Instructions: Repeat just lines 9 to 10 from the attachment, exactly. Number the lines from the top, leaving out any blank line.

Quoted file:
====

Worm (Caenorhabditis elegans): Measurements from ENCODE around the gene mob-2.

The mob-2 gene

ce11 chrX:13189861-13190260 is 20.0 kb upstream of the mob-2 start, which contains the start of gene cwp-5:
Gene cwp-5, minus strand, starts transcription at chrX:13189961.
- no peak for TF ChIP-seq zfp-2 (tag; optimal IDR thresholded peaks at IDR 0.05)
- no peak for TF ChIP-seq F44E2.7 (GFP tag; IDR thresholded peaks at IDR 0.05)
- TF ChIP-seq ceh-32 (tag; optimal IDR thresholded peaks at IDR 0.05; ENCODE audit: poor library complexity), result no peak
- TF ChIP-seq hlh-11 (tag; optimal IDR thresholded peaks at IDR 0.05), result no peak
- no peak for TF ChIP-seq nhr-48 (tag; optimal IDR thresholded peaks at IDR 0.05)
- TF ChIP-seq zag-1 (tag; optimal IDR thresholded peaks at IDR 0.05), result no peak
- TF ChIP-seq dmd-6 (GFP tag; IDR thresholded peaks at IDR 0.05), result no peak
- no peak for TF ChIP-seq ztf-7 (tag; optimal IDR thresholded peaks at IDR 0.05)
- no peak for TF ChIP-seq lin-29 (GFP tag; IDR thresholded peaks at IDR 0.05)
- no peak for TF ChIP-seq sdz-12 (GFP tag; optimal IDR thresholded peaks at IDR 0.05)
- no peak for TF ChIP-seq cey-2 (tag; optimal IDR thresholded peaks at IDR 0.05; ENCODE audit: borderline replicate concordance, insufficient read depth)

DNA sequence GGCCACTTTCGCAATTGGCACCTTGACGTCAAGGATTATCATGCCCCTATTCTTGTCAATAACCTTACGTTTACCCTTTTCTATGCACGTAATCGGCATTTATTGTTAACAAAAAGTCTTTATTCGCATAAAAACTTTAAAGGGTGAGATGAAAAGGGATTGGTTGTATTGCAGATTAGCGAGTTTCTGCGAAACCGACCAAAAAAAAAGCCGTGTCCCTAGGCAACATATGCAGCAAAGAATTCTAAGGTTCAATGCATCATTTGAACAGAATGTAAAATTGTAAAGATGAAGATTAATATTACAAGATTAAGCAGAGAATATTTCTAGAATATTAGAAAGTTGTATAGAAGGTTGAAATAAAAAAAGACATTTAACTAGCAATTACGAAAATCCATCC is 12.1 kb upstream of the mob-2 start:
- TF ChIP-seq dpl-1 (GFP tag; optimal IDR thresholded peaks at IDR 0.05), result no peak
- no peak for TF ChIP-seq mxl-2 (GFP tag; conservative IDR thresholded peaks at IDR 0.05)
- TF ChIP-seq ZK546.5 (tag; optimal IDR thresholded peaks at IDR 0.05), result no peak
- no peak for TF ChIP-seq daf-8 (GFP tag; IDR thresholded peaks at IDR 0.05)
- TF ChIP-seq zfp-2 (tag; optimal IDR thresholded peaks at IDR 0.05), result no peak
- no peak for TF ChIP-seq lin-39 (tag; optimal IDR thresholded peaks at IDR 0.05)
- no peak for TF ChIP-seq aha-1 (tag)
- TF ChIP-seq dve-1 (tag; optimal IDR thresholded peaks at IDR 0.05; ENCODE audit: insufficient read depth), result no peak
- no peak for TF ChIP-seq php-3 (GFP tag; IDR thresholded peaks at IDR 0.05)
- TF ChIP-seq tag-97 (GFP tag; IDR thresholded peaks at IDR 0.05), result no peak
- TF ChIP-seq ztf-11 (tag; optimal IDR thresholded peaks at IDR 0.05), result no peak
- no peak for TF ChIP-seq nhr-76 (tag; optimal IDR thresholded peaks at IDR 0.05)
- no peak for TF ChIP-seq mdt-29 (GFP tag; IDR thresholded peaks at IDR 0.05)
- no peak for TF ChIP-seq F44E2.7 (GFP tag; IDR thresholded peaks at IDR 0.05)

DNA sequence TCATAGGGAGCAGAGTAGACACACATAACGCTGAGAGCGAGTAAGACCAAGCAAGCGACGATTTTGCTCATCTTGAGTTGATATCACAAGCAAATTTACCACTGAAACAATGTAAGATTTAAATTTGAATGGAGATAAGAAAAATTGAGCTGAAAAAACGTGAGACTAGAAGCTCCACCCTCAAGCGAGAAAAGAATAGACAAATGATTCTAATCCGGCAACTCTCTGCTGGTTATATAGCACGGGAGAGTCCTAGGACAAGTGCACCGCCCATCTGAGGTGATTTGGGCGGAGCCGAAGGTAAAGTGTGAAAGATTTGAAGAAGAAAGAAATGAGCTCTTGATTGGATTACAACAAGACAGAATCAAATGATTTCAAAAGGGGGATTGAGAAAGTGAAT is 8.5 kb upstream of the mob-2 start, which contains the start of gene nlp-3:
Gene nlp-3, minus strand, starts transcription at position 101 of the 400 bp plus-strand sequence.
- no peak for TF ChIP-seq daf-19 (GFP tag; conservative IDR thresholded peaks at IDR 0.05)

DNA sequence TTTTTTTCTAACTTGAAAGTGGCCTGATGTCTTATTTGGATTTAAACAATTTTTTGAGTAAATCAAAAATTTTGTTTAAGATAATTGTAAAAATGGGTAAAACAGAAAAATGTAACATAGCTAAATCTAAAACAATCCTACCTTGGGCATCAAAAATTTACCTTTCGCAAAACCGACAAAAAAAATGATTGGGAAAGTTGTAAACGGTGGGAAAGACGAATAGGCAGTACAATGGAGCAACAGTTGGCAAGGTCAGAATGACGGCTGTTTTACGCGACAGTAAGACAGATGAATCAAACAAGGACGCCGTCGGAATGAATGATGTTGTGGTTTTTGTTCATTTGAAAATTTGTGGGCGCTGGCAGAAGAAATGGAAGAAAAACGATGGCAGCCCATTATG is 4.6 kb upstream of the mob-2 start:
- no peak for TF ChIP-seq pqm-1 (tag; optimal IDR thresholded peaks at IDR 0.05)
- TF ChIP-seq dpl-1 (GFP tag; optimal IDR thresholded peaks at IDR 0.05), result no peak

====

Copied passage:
- no peak for TF ChIP-seq nhr-48 (tag; optimal IDR thresholded peaks at IDR 0.05)
- TF ChIP-seq zag-1 (tag; optimal IDR thresholded peaks at IDR 0.05), result no peak